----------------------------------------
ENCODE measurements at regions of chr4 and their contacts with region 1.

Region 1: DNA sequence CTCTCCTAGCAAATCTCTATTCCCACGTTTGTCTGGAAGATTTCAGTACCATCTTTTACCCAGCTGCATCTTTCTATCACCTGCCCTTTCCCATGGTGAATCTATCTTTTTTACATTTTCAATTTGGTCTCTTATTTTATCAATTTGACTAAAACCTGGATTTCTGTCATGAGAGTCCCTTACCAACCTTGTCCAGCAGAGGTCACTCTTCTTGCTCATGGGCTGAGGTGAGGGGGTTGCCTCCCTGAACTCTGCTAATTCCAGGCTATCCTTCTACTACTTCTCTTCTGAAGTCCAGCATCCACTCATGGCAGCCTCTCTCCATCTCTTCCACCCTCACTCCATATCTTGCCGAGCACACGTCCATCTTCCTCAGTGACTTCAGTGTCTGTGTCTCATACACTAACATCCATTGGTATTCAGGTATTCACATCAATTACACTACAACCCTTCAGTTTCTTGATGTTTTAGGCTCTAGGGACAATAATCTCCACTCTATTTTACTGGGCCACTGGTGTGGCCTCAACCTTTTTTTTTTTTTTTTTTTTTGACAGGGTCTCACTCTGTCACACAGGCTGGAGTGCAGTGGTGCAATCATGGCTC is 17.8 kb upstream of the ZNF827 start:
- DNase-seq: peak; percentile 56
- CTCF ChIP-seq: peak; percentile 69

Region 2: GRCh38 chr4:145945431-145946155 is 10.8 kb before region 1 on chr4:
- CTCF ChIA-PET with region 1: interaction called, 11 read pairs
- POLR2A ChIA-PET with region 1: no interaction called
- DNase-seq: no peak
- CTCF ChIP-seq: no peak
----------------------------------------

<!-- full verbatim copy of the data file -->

ENCODE measurements at regions of chr4 and their contacts with region 1.

Region 1: DNA sequence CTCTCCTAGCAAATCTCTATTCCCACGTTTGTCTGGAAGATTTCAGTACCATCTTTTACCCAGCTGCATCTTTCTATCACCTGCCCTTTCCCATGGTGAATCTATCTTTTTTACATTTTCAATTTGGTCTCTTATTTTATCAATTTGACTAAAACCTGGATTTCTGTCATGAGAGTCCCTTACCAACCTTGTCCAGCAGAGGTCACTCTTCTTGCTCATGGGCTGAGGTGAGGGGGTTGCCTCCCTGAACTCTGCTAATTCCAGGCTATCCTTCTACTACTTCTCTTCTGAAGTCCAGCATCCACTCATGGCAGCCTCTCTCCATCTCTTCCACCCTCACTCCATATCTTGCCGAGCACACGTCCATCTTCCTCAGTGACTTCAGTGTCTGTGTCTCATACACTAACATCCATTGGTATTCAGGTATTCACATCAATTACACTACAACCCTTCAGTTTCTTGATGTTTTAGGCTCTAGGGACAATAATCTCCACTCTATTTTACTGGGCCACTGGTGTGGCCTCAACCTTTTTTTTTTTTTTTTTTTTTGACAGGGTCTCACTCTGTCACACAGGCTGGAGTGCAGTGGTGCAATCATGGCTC is 17.8 kb upstream of the ZNF827 start:
- DNase-seq: peak; percentile 56
- CTCF ChIP-seq: peak; percentile 69

Region 2: GRCh38 chr4:145945431-145946155 is 10.8 kb before region 1 on chr4:
- CTCF ChIA-PET with region 1: interaction called, 11 read pairs
- POLR2A ChIA-PET with region 1: no interaction called
- DNase-seq: no peak
- CTCF ChIP-seq: no peak